That has been my mantra since our beginning. Sure, we haven’t sold a thousand books. In fact, in the first two months, we only sold 200 books (which was still awesome, but in the grand scheme of things…nothing). We’re now at 600+ books sold, and our numbers keep rising. To go back to the craft shows, our most recent show, now six months after the publication of our first book and one month after the publication of our second, we sold 44 books! To all but 3 strangers! This is a great venue for us, because people love to meet the author (and illustrator when he can make it) and people love to support local (all our shows thus far have been within an hour radius of our home).

Since these books are for kids, I decided to include monster tattoos and coloring pages free of charge at our booth. I love kids, and I know kids. They need this in the midst of all this mother shopping! It gives the kids something to do, gives the moms a reason to linger a bit longer. Does this make a sale for every single tattoo applied? Nope. (Especially for the girls who each applied 4 tattoos. ;)) But it brings in more kids, which brings in more parents, which brings in more potential.



In keeping with crawling, we started our Facebook page in November 2015, and by December we had *almost* 100 likes. It stayed at that number for several months. And then we had a boom and are up to nearly 300 with new people finding us every week. But even though that’s tripled our original 100, I realize it’s a drop in the Facebook bucket. And I’m not discouraged. Because we’re still crawling, and unless I quit my mothering, we’ll stay in the crawling stage for the foreseeable future.

To speak more specifically to Facebook, it has been helpful in sharing the word about our books and local events to people in our area. Of course, it started off with just friends and family, but we have loads of people we don’t even know on our page now.


I took a social media class a couple weeks ago (shout out to Layla bb Solms!) and was encouraged to join at least one more social media venue. I chose Instagram. Just to practice. See if I could keep it up, enjoyed it, didn’t feel stressed by it. And so far, I think it’s fun! We’ll see if it actually helps our sales, but for now, it’s an easy way to connect with people outside of Facebook. We’re under 100 followers yet, but that’s okay by me. I’m still learning the ropes and need more practice before we get too big!


We’ve been fortunate enough to get several interviews (the extrovert in me is screaming with delight: What? Talk about my writing process and how we work together as a team and where inspiration strikes and how a mom has time to write and and and? Okay, if you insist.) The publicity has helped us tremendously! People we don’t regularly interact with have had the chance to hear about our books and are even telling their friends for us! Here’s a sampling of different articles we’ve had:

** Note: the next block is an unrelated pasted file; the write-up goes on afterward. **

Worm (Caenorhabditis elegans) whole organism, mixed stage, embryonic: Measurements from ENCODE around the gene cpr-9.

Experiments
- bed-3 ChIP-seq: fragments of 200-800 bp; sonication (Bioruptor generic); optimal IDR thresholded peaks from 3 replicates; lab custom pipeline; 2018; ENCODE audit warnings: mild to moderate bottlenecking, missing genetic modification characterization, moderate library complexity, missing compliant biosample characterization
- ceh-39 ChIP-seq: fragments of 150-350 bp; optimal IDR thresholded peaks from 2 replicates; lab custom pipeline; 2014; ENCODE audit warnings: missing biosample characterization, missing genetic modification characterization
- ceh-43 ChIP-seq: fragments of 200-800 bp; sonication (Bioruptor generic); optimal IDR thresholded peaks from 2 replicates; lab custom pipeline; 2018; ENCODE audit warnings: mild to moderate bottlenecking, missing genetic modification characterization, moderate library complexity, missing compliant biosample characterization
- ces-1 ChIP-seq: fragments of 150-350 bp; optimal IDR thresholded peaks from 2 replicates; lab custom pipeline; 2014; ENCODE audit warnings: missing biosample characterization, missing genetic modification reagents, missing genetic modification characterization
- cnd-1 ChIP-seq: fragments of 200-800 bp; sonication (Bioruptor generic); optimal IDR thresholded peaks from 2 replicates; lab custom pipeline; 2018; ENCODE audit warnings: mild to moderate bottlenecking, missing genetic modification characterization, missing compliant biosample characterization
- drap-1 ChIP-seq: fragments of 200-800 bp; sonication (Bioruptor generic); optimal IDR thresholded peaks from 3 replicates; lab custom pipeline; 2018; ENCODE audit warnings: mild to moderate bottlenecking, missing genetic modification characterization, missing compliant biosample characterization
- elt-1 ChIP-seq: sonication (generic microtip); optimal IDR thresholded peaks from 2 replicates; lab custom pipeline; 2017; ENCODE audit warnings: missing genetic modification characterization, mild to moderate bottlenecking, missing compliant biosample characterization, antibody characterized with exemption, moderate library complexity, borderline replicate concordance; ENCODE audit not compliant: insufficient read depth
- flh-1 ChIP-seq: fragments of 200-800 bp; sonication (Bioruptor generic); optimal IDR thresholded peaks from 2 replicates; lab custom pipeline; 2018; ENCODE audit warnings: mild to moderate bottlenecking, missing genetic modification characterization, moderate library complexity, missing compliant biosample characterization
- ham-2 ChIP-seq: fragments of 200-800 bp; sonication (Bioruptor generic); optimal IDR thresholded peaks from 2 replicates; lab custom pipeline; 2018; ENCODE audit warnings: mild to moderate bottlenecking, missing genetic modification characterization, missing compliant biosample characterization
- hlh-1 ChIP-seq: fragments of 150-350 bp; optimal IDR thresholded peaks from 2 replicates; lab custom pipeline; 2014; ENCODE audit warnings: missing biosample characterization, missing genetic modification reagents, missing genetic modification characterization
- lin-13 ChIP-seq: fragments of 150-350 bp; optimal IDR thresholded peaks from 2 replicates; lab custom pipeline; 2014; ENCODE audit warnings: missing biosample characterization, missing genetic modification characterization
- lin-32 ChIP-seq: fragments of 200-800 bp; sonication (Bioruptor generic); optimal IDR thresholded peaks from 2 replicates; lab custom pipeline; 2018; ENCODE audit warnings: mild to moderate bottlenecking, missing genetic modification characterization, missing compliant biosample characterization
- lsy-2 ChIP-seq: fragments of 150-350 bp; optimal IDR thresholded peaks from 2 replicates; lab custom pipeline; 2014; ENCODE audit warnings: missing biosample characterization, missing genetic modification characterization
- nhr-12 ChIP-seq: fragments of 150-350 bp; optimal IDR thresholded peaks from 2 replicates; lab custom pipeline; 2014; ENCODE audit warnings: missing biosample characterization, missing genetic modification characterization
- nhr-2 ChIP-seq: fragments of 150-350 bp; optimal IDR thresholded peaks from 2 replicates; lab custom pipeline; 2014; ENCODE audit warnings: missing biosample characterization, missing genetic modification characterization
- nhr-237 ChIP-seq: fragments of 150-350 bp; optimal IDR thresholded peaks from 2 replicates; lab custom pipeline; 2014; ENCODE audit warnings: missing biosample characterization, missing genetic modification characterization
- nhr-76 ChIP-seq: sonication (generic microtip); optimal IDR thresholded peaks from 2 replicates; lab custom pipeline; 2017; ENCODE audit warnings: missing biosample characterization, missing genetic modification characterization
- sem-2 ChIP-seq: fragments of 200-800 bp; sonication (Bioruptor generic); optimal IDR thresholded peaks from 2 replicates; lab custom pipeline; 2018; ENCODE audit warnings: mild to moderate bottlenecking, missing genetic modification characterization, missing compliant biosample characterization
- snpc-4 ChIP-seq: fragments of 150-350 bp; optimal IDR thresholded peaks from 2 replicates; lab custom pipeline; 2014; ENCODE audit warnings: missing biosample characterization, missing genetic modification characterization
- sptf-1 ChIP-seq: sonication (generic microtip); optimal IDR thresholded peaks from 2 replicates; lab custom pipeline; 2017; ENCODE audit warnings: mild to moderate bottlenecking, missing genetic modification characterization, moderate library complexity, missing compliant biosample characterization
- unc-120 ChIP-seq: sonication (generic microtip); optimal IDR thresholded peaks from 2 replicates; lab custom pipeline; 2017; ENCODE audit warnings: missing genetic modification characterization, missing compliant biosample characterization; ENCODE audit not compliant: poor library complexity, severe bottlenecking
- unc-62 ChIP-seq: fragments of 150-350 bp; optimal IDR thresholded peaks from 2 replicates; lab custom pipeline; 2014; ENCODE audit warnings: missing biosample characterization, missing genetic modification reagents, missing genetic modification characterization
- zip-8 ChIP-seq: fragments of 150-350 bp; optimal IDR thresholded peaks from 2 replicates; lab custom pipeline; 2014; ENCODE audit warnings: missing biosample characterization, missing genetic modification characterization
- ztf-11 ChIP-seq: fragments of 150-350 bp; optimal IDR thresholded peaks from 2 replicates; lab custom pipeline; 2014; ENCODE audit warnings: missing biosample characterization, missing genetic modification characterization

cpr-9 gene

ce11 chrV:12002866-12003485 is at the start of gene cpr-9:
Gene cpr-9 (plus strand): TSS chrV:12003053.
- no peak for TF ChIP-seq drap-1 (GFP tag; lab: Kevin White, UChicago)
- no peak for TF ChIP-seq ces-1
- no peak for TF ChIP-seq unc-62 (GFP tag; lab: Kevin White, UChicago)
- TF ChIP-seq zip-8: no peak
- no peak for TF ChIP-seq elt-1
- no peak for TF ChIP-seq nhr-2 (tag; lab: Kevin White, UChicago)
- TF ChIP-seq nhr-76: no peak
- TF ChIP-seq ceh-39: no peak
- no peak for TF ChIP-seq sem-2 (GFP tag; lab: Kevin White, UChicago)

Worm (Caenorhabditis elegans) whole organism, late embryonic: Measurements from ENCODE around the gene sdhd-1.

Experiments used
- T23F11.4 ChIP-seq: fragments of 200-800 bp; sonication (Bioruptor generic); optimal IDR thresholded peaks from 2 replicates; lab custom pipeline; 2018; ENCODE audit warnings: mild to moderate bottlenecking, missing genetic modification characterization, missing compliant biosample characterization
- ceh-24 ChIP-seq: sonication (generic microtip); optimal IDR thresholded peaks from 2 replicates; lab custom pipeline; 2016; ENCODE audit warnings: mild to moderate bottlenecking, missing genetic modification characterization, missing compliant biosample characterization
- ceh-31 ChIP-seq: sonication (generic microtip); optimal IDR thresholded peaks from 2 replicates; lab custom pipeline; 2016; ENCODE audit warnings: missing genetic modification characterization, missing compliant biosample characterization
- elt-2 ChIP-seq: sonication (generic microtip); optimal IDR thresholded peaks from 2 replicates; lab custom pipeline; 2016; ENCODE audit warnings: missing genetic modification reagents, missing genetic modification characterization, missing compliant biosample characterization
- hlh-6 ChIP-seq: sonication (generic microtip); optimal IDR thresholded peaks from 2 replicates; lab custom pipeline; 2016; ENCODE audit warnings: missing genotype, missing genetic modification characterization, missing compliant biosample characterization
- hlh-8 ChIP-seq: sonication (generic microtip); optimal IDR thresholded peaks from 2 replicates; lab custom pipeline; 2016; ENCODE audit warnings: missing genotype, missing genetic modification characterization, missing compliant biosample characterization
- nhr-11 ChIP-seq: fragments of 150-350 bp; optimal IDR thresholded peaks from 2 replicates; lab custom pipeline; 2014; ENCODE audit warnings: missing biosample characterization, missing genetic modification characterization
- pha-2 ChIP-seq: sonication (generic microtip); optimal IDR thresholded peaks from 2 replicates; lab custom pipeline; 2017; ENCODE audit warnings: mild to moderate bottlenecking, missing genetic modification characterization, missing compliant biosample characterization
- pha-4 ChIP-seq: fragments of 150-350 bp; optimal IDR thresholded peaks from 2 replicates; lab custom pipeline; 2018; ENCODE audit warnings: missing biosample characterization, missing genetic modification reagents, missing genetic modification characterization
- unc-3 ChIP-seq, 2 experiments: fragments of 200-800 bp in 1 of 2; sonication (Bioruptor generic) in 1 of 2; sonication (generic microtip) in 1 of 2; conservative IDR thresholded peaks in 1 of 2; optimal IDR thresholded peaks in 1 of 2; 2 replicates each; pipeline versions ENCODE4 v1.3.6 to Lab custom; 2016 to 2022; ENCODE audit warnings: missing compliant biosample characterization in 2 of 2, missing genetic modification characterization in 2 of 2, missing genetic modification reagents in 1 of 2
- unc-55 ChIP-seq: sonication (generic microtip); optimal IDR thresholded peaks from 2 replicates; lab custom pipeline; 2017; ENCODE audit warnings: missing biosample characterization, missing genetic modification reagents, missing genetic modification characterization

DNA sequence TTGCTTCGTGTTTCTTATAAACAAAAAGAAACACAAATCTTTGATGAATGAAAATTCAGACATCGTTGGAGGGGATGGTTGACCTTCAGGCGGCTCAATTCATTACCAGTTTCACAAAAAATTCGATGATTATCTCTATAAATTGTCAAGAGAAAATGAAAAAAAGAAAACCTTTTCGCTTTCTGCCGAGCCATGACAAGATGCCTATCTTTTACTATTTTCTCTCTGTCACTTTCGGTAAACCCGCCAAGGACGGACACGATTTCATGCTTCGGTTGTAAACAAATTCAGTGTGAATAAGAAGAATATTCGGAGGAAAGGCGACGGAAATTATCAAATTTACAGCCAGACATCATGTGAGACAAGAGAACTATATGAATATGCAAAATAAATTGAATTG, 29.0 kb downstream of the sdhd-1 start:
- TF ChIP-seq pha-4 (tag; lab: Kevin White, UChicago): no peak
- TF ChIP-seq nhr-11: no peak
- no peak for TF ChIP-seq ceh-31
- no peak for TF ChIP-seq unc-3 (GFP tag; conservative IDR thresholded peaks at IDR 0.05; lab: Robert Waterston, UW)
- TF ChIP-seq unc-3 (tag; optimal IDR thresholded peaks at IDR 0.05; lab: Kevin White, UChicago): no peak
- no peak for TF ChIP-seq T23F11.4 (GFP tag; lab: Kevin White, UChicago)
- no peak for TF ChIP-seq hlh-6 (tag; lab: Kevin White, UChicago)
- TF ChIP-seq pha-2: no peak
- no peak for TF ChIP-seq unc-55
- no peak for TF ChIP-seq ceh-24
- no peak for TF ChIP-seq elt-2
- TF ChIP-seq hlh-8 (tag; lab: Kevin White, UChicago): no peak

After hearing that most book signings are poorly attended, I decided to combine my book signings with other events. I set up shop next to Santa, am turning one signing into a party (see below), and in August will be participating in a local author event with Barnes and Noble (read: not just me, joining with other local authors to bring as many people together as we can!). I always advertise them on my Facebook page and sometimes even create a separate event page (or share one that’s already been created), depending on how big the event is.


For our second book, we decided to hold a book launch party. We’ll sign and sell books, of course, but we’ll also have games, crafts, snacks, and prizes that all relate to our monster theme (and some that don’t–how about winning a $100 Visa card?!)! That’ll get its own post once it happens. By the way, if you live near Kosciusko County, Indiana, you won’t want to miss this party!


While we are, by no means, a best seller, every single thing we’ve done has put our books in front of people. Someone who saw us at a craft show yesterday and didn’t buy may see us in the newspaper today and notice a Facebook friend attending our party tomorrow. All those little points of contact have eventually gotten us many sales (didn’t I see you at the other craft show? or hey, are you the author from the paper?). I am never disappointed with a low number of sales today, because we’ll never really know the residual effect of those efforts.

Writing a book is great fun, printing is relatively easy, but marketing? That’s a whole different ball game. And it’s not for the faint of heart.